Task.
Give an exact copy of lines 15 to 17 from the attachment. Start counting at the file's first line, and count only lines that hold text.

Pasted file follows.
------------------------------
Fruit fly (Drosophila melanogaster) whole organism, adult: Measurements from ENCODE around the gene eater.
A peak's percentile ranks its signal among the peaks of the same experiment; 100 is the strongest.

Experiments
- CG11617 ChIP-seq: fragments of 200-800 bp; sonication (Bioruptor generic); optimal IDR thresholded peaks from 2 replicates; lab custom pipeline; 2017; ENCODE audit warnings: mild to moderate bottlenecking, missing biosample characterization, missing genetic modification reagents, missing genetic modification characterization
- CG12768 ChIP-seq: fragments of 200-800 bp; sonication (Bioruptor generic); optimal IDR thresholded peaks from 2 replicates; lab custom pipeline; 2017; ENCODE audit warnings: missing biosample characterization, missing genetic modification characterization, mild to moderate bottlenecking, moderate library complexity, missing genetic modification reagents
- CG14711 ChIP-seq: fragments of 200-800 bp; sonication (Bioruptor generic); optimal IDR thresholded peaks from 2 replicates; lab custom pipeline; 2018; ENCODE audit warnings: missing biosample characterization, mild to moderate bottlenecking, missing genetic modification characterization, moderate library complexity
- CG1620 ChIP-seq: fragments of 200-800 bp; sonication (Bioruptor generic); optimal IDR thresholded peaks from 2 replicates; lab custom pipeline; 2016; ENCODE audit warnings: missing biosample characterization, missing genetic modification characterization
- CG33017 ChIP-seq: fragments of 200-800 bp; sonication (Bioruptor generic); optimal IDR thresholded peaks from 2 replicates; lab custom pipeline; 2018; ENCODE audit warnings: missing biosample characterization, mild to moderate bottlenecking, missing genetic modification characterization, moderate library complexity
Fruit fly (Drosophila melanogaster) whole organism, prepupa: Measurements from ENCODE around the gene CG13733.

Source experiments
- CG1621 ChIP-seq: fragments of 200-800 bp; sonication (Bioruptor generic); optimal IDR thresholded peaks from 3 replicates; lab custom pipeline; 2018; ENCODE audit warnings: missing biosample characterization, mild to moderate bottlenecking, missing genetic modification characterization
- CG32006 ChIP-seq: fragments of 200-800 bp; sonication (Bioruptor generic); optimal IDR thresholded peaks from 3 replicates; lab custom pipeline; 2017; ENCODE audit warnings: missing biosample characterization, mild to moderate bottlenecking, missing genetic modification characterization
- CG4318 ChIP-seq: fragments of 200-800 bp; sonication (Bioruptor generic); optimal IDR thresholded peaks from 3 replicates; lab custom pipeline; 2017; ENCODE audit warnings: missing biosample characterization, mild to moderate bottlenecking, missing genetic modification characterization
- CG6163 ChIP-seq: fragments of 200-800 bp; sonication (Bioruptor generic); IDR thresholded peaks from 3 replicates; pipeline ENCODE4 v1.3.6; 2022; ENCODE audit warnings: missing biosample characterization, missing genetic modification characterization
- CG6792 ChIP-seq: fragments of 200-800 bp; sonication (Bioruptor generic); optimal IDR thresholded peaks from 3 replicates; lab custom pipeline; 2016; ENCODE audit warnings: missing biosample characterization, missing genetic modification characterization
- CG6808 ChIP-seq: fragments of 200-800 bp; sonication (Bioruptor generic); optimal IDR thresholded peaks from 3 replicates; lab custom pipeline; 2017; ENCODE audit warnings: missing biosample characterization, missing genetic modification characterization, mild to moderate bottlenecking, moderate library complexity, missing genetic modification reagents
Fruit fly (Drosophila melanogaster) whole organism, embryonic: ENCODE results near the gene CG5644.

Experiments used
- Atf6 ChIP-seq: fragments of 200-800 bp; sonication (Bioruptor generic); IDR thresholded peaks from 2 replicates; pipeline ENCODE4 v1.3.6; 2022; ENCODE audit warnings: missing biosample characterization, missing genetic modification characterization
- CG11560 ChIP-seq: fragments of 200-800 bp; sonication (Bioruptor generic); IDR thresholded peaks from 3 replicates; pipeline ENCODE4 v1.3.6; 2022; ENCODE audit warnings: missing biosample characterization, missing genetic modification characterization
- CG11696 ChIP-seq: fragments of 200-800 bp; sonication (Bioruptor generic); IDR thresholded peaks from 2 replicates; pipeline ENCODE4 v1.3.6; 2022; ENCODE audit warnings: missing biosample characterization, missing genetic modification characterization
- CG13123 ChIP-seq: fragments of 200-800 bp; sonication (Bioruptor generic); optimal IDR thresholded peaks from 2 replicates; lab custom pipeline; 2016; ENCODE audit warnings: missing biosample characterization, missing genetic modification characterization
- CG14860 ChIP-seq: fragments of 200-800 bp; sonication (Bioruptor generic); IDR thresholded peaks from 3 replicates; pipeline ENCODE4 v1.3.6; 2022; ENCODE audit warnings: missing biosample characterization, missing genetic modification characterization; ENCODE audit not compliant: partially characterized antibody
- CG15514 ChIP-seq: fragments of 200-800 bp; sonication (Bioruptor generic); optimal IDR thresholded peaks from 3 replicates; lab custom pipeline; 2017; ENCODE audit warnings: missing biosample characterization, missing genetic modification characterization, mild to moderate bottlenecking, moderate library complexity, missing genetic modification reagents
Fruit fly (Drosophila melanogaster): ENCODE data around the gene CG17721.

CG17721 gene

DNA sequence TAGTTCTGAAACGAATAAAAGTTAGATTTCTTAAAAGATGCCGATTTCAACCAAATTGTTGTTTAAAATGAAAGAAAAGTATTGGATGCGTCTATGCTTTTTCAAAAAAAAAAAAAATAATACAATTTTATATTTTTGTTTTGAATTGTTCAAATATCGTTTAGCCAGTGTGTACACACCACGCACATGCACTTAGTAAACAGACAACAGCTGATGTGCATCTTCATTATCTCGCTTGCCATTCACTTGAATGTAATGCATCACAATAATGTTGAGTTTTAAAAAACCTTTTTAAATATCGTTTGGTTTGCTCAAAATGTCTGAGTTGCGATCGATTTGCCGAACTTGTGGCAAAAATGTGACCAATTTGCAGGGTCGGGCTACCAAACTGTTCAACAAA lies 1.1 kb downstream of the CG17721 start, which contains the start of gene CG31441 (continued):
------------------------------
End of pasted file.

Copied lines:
- CG6792 ChIP-seq: fragments of 200-800 bp; sonication (Bioruptor generic); optimal IDR thresholded peaks from 3 replicates; lab custom pipeline; 2016; ENCODE audit warnings: missing biosample characterization, missing genetic modification characterization
- CG6808 ChIP-seq: fragments of 200-800 bp; sonication (Bioruptor generic); optimal IDR thresholded peaks from 3 replicates; lab custom pipeline; 2017; ENCODE audit warnings: missing biosample characterization, missing genetic modification characterization, mild to moderate bottlenecking, moderate library complexity, missing genetic modification reagents
Fruit fly (Drosophila melanogaster) whole organism, embryonic: ENCODE results near the gene CG5644.